SPIN ME ROUND Fails to Disarm its Thorny Premise

Alison Brie and Jeff Baena’s latest is a problematic misfire.

Spin Me Round is the fourth collaboration between co-writer/star Alison Brie and co-writer/director Jeff Baena, and is now streaming and in select theaters after a SXSW premiere. Like their previous films, Spin Me Round features a star-studded comedic ensemble with the likes of Aubrey Plaza, Molly Shannon, Zach Woods, Ayden Mayeri, Ben Sinclair, Tim Heidecker, Debby Ryan, and Lil Rey Howery, who are out to push the boundaries of good taste in favor of some laughs. The bleak romantic comedy is an odd mashup of the rumored extramarital activities of an Iron Chef Bobby Flay-esque character, but if he was the face and founder of an Olive Garden-style restaurant. The big food chain adds a retail service industry layer of satire that is just as scathingly uncomfortable as the romantic angle explored.

Brie stars as Amber, the starry eyed, love-lorn manager of a Tuscan Grove franchise. After the owner submitted a two-page essay, she was picked to go on a managerial retreat in Italy at a picturesque villa. When Amber arrives in Italy and promptly has her passport confiscated by her sleazy Tuscan Grove chaperone, we begin to surmise things aren’t going to go quite as she expected. Baena continues to up the tension as the impressionable young manager is singled out by the much older owner and face of the company, the charismatic and lecherous Nick Martucci (Alessandro Nivola), to skip her managerial day-to-day in Italy and to spend time with him on his yacht. It almost goes about how’d you expect until Amber—thanks to Nick’s assistant (Aubrey Plaza)—sees through her rose-colored glasses to understand how Nick has a habit of using his age and power to groom the young managers who frequent these retreats.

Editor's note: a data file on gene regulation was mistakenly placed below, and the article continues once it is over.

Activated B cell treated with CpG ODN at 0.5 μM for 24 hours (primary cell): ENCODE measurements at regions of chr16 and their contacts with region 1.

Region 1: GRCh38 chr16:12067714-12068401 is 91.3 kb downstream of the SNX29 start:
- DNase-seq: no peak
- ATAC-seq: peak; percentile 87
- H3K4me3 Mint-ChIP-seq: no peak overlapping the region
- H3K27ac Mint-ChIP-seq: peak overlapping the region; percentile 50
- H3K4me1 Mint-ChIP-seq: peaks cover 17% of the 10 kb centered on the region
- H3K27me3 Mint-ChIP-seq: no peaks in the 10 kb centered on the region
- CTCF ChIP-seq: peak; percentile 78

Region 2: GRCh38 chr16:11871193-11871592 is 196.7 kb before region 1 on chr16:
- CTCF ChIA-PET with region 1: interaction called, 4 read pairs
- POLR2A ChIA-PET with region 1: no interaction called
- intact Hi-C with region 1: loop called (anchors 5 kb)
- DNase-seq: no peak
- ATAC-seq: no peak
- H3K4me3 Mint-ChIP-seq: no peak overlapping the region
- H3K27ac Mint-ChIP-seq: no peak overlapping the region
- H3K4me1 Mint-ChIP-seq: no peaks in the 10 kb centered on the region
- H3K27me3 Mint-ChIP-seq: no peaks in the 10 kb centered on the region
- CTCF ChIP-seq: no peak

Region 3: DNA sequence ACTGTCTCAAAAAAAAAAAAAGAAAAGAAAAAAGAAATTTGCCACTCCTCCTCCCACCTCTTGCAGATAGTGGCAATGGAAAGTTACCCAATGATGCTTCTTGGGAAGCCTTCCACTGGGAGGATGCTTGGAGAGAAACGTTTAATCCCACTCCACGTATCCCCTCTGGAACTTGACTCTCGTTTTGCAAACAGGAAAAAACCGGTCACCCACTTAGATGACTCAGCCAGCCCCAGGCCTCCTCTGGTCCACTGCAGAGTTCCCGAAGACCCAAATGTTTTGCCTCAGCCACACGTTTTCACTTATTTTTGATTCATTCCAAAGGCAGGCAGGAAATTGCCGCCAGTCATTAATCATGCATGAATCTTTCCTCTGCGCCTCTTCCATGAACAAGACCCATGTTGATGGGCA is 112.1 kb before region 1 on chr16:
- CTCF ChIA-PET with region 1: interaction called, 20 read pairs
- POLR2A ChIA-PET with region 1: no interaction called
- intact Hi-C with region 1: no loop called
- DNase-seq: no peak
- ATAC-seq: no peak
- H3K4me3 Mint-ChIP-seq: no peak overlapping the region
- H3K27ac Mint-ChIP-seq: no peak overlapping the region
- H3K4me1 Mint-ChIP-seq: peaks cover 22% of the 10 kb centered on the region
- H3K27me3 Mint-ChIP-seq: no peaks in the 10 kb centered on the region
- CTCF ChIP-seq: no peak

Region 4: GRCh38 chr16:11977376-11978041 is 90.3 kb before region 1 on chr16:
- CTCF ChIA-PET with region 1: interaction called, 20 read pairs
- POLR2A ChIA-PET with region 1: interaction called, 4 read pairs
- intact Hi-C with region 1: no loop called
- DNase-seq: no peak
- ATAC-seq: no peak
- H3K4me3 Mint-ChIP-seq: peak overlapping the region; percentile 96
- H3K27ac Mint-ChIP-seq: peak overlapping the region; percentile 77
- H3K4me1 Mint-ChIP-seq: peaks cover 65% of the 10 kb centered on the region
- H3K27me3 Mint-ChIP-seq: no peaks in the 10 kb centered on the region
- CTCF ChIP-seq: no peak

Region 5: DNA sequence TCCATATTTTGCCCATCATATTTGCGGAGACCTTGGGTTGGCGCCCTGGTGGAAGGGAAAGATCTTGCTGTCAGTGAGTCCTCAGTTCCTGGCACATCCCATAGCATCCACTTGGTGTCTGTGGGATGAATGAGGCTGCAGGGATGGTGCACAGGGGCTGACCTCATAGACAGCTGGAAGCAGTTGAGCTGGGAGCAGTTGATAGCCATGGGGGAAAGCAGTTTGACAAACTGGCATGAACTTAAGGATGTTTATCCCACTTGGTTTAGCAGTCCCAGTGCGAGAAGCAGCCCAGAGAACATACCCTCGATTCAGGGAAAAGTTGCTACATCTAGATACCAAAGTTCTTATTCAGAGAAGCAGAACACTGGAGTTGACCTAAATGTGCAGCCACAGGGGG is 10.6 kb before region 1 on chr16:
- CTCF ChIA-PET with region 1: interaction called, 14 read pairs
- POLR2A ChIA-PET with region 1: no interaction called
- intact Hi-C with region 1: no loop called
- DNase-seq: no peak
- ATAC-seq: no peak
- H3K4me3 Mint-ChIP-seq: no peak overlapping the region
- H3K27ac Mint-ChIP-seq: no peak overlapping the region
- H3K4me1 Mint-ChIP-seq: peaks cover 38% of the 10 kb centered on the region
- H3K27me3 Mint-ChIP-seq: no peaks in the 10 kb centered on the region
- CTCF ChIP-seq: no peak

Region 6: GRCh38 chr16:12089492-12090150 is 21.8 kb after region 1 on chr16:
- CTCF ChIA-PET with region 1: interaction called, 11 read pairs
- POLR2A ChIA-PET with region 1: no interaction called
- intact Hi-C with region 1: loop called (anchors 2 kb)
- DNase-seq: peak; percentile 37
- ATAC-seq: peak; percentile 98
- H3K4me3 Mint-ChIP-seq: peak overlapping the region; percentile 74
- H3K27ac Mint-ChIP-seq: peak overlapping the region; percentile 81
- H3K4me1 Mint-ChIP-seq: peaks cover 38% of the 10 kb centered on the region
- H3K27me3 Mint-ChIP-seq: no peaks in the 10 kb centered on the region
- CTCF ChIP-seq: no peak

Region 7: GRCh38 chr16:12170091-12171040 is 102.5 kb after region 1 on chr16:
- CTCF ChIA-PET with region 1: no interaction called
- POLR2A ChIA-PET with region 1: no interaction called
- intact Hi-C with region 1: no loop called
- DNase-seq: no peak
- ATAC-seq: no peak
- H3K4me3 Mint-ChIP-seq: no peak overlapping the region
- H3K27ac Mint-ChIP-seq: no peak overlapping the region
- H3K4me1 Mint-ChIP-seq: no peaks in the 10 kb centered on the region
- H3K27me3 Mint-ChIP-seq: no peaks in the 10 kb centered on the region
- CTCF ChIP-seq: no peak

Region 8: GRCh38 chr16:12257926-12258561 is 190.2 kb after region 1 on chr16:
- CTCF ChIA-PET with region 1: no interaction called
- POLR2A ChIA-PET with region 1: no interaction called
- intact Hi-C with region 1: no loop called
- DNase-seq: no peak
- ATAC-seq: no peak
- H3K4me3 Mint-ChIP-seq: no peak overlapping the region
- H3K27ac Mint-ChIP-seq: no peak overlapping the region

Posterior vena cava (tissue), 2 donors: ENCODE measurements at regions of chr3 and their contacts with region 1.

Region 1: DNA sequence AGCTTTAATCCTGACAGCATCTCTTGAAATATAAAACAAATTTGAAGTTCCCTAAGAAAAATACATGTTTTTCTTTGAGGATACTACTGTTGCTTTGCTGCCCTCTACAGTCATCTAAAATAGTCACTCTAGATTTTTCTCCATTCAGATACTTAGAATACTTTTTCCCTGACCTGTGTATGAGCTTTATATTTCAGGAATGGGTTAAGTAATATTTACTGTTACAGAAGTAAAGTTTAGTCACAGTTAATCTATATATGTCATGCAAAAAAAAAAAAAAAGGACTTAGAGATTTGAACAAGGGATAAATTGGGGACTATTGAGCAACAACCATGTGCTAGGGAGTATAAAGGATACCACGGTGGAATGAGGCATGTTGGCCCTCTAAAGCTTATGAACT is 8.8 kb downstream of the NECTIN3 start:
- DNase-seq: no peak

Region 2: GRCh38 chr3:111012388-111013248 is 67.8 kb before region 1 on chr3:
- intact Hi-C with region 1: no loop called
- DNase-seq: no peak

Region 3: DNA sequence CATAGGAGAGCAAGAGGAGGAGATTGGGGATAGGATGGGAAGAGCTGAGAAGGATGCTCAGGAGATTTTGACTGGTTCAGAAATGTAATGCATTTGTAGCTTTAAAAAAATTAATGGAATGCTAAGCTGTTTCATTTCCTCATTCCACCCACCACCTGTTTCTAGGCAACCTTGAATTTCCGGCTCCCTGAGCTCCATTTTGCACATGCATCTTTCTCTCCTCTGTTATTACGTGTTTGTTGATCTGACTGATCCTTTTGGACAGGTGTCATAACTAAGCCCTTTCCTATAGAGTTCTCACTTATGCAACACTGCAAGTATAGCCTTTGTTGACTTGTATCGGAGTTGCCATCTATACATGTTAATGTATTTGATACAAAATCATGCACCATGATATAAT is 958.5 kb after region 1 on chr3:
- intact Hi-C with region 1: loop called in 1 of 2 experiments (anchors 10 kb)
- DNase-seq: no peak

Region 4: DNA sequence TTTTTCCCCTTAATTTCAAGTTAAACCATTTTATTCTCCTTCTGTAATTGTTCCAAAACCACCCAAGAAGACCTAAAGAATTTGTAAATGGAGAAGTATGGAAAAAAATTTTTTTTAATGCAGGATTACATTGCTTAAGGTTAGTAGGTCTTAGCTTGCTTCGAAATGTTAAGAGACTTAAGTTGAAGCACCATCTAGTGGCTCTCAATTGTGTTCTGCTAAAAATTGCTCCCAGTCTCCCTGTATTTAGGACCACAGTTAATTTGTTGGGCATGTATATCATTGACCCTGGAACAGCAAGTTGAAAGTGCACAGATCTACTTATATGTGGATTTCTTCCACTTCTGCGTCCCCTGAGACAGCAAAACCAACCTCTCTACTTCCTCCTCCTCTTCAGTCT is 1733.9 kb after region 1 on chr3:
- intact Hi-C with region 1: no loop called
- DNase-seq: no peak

Your mileage will probably vary on Spin Me Round, depending on how troubled you are by its rather problematic relationship at the core of the narrative. While Amber does eventually wise up, we as an audience are still tasked with enduring as she sparks us another relationship with his assistant. The comedic nature of the narrative attempts to soften these thorny edges, but it’s still a tense watch compared to Brie and Baena’s more straight comedic forays that lean more into the ridiculous for their laughs. The film overall is uneven, and some set pieces and payoffs work better than others; the ending falls flat as it attempts to pay off a film’s worth of foreshadowing with an arsenal of Chekov’s guns. The sole redeeming quality is Brie and Plaza’s chemistry—the two play off one another and a almost give the film a relationship that isn’t a complete toxic dumpster fire.

Spin Me Round isn’t a complete misfire, but it does feel a bit uninspired and uneven compared to The Little Hours or Horse Girl, which both felt a bit more ambitious and steady in their ideas and execution. Brie and Plaza singularly make this film endurable with their banter and awkward comedic timing that attempts to add some levity to a series of problematic situations, but doesn’t really disarm the workplace harassment that drives this film. Sure, Amber rises above, as expected, but first we have to witness her falling into the trap and then watch all her coworkers suffer the same fate. Spin Me Round may be the least entertaining of Brie and Baena’s collaborations as it tries, and fails, to comedically disarm its ticking time bomb of a premise.

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